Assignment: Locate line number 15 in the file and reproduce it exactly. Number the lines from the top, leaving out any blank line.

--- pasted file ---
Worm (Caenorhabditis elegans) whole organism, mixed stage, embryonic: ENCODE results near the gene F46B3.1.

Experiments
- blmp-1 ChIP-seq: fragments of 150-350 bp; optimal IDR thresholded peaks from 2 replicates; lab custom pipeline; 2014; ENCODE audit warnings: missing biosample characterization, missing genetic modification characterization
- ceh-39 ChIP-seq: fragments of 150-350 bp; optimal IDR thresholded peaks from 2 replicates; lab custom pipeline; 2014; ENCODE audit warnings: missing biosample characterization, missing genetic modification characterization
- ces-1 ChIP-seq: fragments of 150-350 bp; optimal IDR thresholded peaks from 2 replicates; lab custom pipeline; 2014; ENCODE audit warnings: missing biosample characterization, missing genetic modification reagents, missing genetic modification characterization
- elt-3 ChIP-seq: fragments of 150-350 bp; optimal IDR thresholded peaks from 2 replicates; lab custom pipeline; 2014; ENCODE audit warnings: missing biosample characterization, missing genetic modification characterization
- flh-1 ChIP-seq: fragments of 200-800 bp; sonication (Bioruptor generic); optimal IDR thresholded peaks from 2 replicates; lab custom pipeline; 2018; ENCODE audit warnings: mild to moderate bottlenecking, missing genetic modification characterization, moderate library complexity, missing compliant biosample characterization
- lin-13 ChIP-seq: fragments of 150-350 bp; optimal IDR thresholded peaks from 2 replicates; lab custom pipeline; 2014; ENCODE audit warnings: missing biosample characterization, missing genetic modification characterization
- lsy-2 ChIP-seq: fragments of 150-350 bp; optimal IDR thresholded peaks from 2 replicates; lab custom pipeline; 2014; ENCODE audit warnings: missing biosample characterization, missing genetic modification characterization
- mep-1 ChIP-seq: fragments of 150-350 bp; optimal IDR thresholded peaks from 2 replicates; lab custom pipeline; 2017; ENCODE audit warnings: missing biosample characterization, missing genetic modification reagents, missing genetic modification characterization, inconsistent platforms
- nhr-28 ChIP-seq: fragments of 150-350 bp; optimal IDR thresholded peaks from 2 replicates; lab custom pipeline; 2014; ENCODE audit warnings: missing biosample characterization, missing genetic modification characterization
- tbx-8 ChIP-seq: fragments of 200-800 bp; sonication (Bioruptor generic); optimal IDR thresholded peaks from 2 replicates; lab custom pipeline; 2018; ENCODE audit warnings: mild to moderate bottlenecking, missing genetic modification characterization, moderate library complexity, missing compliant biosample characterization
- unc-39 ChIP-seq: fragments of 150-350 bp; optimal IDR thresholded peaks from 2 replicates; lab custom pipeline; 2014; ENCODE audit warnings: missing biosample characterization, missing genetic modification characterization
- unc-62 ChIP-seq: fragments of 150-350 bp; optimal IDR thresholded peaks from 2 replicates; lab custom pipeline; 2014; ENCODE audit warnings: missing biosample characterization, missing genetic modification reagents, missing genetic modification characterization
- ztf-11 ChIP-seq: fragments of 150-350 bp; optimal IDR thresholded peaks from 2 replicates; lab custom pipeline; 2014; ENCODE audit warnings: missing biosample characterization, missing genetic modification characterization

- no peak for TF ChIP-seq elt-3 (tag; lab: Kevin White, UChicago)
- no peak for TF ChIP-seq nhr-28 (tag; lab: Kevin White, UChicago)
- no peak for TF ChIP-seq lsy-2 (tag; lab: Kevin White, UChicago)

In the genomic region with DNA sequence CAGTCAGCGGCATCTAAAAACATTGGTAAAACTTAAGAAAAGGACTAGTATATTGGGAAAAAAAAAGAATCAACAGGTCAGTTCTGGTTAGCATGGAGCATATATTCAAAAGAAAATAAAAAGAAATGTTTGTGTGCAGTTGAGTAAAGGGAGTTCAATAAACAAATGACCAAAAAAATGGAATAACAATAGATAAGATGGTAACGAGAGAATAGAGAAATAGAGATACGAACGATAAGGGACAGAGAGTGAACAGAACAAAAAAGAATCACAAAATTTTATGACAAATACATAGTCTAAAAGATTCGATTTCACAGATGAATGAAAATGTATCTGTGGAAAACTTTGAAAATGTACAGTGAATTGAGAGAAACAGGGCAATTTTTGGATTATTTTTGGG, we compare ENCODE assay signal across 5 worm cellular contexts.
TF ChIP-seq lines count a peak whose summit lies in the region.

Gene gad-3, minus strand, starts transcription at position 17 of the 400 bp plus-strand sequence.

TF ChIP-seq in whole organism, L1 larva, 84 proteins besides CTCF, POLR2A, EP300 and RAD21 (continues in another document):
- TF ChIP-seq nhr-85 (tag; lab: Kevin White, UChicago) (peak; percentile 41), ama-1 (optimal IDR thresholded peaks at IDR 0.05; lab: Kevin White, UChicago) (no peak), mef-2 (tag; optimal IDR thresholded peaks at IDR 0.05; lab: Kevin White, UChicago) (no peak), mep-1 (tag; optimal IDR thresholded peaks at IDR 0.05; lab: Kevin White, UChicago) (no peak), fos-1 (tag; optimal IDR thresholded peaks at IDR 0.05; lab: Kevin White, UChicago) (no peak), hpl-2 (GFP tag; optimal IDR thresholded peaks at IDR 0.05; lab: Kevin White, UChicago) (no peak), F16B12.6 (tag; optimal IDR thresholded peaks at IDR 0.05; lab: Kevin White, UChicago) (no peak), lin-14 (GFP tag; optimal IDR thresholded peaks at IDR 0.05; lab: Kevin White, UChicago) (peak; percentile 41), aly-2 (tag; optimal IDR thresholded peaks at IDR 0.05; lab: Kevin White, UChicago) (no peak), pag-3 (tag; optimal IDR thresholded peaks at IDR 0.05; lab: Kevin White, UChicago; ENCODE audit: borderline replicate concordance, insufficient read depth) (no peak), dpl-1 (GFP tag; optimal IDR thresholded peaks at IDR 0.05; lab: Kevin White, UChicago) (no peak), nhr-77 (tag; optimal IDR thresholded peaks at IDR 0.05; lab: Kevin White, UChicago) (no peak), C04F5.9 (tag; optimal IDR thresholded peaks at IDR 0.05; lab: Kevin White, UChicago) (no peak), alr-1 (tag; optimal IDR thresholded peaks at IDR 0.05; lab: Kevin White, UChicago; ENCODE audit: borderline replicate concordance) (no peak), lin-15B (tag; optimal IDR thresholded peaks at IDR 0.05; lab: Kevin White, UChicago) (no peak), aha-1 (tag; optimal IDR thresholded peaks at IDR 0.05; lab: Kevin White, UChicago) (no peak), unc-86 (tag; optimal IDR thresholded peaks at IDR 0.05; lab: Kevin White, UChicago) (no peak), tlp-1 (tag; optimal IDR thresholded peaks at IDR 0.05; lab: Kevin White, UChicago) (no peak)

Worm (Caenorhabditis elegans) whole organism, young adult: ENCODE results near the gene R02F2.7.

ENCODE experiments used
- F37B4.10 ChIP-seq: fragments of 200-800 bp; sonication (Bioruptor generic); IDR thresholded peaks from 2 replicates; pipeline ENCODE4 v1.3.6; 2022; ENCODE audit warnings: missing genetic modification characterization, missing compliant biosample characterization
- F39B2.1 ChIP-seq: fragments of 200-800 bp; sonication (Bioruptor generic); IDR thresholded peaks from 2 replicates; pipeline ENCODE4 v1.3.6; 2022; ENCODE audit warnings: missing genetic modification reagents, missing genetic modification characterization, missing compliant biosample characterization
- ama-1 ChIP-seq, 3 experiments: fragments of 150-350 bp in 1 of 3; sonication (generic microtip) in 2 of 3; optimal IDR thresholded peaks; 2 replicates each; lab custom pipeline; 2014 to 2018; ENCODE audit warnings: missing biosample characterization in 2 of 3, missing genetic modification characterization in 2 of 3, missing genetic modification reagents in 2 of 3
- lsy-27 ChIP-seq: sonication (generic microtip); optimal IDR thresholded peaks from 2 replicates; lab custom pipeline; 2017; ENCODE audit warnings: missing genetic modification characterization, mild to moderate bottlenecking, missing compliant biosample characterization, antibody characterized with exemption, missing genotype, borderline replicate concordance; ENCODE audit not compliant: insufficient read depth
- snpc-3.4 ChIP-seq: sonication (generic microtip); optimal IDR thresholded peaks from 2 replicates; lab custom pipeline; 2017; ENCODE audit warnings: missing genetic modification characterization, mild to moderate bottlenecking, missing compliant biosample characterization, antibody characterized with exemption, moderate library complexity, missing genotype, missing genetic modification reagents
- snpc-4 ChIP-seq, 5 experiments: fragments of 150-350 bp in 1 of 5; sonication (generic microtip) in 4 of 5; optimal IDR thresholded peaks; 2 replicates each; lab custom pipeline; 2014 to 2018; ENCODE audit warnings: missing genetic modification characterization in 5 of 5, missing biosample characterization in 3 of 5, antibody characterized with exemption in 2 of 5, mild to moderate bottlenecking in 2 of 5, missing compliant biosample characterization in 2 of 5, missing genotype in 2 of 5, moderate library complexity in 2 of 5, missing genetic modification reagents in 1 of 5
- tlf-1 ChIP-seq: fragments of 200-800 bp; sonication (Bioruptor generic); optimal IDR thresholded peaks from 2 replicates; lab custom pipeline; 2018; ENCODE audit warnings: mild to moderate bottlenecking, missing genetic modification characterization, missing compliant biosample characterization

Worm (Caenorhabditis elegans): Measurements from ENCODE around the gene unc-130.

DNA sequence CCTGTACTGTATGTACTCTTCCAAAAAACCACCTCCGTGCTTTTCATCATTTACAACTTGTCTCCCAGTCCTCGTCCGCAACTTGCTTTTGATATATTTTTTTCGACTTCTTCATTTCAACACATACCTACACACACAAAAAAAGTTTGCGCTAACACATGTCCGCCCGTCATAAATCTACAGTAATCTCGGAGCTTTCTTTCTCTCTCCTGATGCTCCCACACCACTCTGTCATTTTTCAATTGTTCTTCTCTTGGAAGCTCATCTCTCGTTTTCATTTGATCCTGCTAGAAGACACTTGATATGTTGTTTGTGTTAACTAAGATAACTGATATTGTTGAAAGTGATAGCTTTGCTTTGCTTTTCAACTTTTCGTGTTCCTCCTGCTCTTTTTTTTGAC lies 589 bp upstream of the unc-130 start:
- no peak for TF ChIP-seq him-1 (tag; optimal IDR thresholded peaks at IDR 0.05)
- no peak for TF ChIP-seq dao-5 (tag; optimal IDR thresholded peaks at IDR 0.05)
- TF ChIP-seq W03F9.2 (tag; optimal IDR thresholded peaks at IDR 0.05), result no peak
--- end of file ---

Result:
- ztf-11 ChIP-seq: fragments of 150-350 bp; optimal IDR thresholded peaks from 2 replicates; lab custom pipeline; 2014; ENCODE audit warnings: missing biosample characterization, missing genetic modification characterization